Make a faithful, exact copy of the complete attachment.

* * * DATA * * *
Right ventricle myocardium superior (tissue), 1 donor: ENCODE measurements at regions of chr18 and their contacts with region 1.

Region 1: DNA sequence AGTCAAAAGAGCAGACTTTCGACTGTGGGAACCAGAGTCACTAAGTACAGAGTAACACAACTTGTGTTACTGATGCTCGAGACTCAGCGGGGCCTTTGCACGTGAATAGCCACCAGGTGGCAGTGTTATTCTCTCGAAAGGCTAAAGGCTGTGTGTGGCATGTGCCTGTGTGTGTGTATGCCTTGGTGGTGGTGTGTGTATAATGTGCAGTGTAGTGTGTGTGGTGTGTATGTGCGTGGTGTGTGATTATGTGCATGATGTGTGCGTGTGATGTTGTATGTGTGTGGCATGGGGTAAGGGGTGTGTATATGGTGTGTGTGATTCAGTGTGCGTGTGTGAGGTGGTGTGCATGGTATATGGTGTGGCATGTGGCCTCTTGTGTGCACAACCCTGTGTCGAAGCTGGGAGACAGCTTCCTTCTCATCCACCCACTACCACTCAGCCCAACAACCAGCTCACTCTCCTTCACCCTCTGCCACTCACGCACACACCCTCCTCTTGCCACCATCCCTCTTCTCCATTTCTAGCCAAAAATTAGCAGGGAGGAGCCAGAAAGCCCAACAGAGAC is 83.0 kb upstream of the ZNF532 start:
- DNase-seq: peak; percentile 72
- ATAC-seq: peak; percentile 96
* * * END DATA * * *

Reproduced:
Right ventricle myocardium superior (tissue), 1 donor: ENCODE measurements at regions of chr18 and their contacts with region 1.

Region 1: DNA sequence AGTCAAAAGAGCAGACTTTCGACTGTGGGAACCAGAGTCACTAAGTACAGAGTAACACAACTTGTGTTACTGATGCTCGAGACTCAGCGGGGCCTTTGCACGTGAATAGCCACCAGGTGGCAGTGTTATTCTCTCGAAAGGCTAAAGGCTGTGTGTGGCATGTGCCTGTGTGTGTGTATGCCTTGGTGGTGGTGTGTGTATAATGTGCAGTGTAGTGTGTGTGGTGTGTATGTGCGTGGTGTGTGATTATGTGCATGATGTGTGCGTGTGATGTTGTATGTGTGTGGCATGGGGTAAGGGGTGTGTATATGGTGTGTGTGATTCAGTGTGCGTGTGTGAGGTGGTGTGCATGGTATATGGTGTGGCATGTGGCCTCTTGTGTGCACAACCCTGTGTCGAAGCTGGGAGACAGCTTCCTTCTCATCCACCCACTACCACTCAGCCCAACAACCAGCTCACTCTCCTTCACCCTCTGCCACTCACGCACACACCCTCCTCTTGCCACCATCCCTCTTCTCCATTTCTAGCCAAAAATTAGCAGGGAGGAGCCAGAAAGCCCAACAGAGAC is 83.0 kb upstream of the ZNF532 start:
- DNase-seq: peak; percentile 72
- ATAC-seq: peak; percentile 96